Edgar Wesley

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Edgar Wesley
First baseman
Born: (1891-05-02)May 2, 1891
Waco, Texas
Died: July 12, 1966(1966-07-12) (aged 75)
Austin, Texas
Batted: Left
Threw: Left
1917, for the Texas All Stars
Last appearance
1931, for the Atlantic City Bacharach Giants
Career statistics
Batting average.324
Home runs82
Runs batted in403
Stolen bases47
Career highlights and awards

Edgar Wooded Wesley (May 2, 1891 – July 12, 1966) was a Negro league first baseman from 1917 to 1927. He played most of his career with the Detroit Stars of the first Negro National League (NNL).

Wesley was born in 1891 in Waco, Texas.[2] He began his professional baseball career in 1917 with the Texas All-Stars.[3] In 1918, he played for the Chicago American Giants team that compiled a 20-8-2 record and finished first among the Western independent clubs.[4]

Wesley joined the Detroit Stars, then a Western independent club, for the 1919 season.[3] In 1920, Wesley's second season with Detroit, he led the Negro National League with 11 home runs in 64 games. He also ranked among the NNL leaders with a .498 slugging percentage (fourth), 50 RBIs (fifth), 15 doubles (sixth), and 123 total bases (eighth).[2]

Wesley's best season was 1925 when he hit 17 home runs (second in the NNL behind teammate Turkey Stearnes), won the NNL batting title with a .404 batting average, and also led the NNL in both on-base percentage (.469) and slugging percentage (.715).[2]

Wesley also played for parts of his career with the Habana club (1923-24), Harrisburg Giants (1924), Brooklyn Royal Giants (1924), Cleveland Hornets (1927), and Atlantic City Bachrach Giants in 19131.[3][5]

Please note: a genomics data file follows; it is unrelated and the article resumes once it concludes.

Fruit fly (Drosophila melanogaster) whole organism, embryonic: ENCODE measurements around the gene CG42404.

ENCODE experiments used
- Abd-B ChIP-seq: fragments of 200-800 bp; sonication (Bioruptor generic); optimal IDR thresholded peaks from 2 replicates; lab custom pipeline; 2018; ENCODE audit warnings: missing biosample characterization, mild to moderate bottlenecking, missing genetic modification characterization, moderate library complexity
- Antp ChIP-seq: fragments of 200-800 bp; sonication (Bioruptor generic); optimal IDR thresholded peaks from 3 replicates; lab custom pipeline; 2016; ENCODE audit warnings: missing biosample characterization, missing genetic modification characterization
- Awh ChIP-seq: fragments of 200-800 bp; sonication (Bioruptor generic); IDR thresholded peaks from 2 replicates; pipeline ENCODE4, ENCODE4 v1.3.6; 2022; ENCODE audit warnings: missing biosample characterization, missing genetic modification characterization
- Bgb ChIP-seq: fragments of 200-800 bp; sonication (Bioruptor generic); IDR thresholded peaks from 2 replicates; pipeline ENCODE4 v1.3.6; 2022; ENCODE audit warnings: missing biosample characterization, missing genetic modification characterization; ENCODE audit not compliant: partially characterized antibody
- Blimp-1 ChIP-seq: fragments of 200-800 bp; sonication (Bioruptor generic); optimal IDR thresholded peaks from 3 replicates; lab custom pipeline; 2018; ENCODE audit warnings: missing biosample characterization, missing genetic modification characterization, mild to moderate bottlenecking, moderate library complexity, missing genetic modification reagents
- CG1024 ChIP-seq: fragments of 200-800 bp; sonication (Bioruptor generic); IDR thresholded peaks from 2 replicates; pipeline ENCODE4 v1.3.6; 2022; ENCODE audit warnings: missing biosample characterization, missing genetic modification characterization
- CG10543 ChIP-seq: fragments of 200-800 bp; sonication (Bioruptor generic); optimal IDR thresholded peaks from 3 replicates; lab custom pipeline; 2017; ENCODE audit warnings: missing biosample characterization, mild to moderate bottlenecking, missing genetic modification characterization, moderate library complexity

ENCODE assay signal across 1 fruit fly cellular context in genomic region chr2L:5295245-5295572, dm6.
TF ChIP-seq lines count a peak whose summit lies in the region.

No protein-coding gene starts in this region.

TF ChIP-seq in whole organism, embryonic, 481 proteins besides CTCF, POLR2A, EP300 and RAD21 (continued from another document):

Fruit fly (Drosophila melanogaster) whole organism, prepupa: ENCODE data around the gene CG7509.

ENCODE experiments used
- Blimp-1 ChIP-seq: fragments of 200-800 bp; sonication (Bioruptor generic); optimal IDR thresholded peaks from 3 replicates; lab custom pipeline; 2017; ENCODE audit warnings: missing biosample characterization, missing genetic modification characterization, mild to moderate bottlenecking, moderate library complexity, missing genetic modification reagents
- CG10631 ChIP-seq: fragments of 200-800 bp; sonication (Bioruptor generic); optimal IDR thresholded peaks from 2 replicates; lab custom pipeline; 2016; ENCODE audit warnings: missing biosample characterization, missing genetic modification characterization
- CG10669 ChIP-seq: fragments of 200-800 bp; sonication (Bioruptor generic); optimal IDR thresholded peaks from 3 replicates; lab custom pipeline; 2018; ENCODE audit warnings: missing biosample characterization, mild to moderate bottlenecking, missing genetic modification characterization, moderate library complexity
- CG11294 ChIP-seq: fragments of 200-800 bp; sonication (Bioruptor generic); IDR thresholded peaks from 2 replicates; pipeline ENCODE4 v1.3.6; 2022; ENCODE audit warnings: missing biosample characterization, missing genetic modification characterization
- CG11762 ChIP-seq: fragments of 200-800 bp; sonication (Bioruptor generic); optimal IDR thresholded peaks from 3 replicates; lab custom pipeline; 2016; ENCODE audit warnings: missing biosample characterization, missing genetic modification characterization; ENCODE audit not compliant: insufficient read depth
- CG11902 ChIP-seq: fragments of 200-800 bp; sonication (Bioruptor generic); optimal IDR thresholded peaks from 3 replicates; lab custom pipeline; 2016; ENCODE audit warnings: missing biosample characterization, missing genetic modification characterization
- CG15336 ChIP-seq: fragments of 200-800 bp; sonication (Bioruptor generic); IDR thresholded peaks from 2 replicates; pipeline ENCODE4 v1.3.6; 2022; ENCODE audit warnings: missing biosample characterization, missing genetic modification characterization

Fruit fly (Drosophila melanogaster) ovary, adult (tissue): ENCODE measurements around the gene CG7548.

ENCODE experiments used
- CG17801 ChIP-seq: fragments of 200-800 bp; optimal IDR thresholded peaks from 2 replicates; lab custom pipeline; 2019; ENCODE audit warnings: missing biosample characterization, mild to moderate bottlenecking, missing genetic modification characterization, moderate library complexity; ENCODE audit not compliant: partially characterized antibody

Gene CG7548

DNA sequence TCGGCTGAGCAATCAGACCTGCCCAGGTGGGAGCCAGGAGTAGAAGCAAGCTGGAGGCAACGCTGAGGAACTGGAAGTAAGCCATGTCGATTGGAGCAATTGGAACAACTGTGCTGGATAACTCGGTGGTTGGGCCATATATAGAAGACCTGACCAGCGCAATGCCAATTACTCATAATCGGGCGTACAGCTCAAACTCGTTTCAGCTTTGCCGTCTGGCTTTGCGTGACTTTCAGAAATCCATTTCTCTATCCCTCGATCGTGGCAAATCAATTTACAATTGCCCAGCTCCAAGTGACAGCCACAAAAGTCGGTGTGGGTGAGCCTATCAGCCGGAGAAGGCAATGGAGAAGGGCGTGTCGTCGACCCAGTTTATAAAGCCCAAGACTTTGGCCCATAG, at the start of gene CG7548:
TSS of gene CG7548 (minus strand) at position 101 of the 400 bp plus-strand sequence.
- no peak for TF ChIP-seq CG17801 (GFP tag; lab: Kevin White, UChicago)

Wesley died in Austin, Texas, in 1966 at age 75.[2]

Negro league historian John B. Holway retroactively selected annual Negro league All-star teams and selected Wesley as the Negro leagues' all-star first baseman for six of his years with Detroit.[5] Historian William F. McNeil rated Wesley as the best Negro league first baseman for the era 1900-1925. Other baseball historians (John B. Holway and Davis A. Lawrence) and Larry Doby rated him as the best Negro league first baseman of all time.[5]


  1. ^ "Hilldale Wins Final" Philadelphia Inquirer, Philadelphia, Pennsylvania, Friday, August 8, 1919, Page 14, Column 4
  2. ^ a b c d "Edgar Wesley". Baseball-Reference.com. Sports Reference LLC. Retrieved July 31, 2023.
  3. ^ a b c "Edgar Wesley". Seamheads. Retrieved July 31, 2023.
  4. ^ "1918 Chicago American Giants". Seamheads. Retrieved July 31, 2023.
  5. ^ a b c Steven R. Greenes (2020). Negro Leaguers and the Hall of Fame: The Case for Inducting 24 Overlooked Ballplayers. McFarland. pp. 72–73. ISBN 9781476641119.

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